I am really starting to get offended over this.
In my quest to roll things back to iTunes 8, I started out with some poking around in Time Machine. One of the first things I noticed was that, even after upgrading to iTunes 9, if I look in the Applications folder, the actual application says “Version 8.2.1.” What the fuck?
I went into Time Machine to check backed up versions, and sure enough, the version number of the application did not change when I upgraded. Just to be sure I wasn’t completely losing my mind, I started iTunes again, double-clicking directly from the version 8.2.1 icon in the Finder, and checked the version number from within the program. It was 9.0.3.
What the hell is Apple trying to pull with this shit?
I’ve also been doing some searching and discovered that I am far from the only person who’s wanted to downgrade back to version 8 of this software. Various methods have been postulated as to how to actually accomplish the downgrade. I’m not sure which one to try.
One idea I had was to simply restore my entire user folder to its pre-upgrade state. I would have to “save” a few files from there that have changed in the last few days, and I would undoubtedly forget some, meaning lost data. I am guessing I’d also have to restore the main Library folder in order for this to work. Hmmm.
I may be on the right track with this. However, there might be easier ways, too. One suggested method I found goes like this:
1) Quit iTunes.
2) Delete iTunes from your Applications folder.
3) Go to your ~/Music/iTunes folder. Delete or rename the “iTunes Library” file.
4) Open the “Previous iTunes Libraries” folder and look for the backup of your old pre-9 library; it should be dated at about the time you first ran iTunes 9. Copy it back out to the ~/Music/iTunes folder, and rename it to “iTunes Library”.
6) Go to <http://support.apple.com/downloads/iTunes_8_2_1> and download iTunes 8.2.1. The page says it’s for G3, but the Read Me file says it’ll run on G4, G5, and Intel too. Open the diskimage and run the installer.
Sounds simple enough, right?
I’m just a bit wary because the last time I tried messing around with the guts of iTunes, I ended up having to restore stuff from backup. I was trying to split my iTunes library into two separate libraries, so I could keep spoken word stuff apart from actual music. Something went wrong during that process, and I had to restore it all. However, I did have a good idea of what went wrong, so when I tried it again, and it worked. I learned a a valuable lesson, though: iTunes is not designed to be tinkered with.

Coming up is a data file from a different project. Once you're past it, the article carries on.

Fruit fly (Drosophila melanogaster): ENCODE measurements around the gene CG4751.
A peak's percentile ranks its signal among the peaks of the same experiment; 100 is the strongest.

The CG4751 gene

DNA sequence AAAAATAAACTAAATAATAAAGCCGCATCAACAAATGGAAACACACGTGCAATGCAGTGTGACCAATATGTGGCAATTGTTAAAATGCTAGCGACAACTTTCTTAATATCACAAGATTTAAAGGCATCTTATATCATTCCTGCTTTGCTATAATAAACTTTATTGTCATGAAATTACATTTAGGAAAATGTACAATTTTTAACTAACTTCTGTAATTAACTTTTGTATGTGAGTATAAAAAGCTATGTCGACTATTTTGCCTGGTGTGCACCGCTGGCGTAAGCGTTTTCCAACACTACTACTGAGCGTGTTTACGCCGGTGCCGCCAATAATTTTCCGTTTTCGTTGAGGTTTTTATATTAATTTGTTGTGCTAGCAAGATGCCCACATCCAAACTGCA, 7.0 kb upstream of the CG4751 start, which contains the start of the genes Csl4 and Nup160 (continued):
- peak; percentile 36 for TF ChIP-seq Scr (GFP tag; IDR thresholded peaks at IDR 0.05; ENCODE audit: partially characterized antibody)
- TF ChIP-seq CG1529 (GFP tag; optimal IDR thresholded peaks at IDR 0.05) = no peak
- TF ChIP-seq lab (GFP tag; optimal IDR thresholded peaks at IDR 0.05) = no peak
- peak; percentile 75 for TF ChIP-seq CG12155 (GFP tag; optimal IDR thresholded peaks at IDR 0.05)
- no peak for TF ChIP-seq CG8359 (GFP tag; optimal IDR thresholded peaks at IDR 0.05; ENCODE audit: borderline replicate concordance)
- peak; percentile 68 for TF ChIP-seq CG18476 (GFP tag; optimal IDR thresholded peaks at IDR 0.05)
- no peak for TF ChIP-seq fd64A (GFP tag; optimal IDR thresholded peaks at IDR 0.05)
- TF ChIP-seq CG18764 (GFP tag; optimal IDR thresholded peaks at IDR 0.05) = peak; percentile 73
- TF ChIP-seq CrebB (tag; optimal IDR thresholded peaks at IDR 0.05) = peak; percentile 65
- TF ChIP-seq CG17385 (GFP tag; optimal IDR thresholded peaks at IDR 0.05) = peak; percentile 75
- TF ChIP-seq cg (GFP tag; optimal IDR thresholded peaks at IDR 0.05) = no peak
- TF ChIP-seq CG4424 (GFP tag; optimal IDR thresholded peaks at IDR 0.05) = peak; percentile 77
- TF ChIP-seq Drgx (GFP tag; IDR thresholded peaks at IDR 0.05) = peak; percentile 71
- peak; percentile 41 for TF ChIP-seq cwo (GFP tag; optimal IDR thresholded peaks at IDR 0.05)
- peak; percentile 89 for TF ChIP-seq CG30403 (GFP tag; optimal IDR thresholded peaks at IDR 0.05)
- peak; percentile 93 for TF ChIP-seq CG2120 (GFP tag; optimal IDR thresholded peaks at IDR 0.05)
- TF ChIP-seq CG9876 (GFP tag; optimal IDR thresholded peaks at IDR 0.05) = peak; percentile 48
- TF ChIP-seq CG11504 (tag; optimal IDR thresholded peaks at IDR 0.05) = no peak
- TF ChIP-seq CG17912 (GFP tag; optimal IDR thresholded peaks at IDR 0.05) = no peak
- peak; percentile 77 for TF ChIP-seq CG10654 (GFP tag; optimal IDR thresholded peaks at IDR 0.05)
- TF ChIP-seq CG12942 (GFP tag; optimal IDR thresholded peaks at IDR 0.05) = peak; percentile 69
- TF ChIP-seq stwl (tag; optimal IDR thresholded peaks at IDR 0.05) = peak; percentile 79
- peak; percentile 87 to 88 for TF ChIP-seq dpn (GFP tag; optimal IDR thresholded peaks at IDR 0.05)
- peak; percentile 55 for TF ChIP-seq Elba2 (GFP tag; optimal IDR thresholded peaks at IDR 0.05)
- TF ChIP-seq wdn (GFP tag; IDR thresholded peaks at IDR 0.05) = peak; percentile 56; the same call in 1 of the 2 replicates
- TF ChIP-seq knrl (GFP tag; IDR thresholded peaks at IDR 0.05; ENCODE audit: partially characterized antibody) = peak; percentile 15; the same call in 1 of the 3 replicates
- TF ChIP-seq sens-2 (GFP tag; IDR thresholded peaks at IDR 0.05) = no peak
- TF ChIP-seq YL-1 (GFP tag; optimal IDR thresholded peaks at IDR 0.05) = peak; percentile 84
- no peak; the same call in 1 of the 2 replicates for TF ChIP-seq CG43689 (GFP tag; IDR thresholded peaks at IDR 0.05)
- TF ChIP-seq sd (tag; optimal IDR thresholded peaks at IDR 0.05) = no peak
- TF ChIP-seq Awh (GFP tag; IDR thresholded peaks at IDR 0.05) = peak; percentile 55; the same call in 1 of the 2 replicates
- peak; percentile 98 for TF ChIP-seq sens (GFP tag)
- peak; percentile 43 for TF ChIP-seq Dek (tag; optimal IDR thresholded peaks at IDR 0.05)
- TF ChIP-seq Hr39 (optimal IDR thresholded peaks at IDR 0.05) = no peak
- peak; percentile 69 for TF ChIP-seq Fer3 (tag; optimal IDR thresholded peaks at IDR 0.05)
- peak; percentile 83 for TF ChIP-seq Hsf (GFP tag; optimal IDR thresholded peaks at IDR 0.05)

This lack of tinkerability, frankly, is one of the primary beefs I have with Apple software. It seems like it’s all designed for noobs who never need or want to do anything that isn’t explicitly supported in the design and documentation of the application. The reason this is bullshit is simple: software is a tool, and people always use tools for stuff they weren’t originally designed for. Always. Furthermore, properly trained programmers know that this is true, and construct their applications with it in mind. This is how I was taught to write code, by people who actually knew what they were talking about (I’m referring to the computer science department at a major university). The problem, of course, is that designing software with that degree of robustness is tougher than designing crap software, and people are lazy. They are especially lazy (with respect to programming) when they form groups called “corporations,” because being part of a corporation forces them to re-prioritize and put profit above all other considerations.
Refer back to that link I posted above, and read further on in that discussion. People who have contacted Apple with the question of how to roll back iTunes to version 8 have been informed that it is “not possible.” Yet there are clearly people out there who have done it successfully, so why is Apple refusing to admit that it’s possible? Why are they not doing their damn jobs and helping people get their computers to work the way they want them to work? The answer goes back to design. This version of iTunes wasn’t intended to be rolled back, because some idiot decided that was the way it was going to be, so damn anyone who wants it different, even if they have a legitimate need (and based on what I have found, there are a lot of people who have a far more legitimate need to roll back the software than I have—people who face the dreaded beachball whenever they plug in their iPods, for instance, or people who find their speakers no longer work right after upgrading, etc.).
Well, enough complaining, I need to get back to the task. I admit, I am dreading this. I am seriously worried that something is going to get messed up and I’ll end up wasting what little is left of the weekend getting it fixed.
 Almost forgot! Credit for the steps listed above goes to an Apple Support Forums user called GanstaPenguin.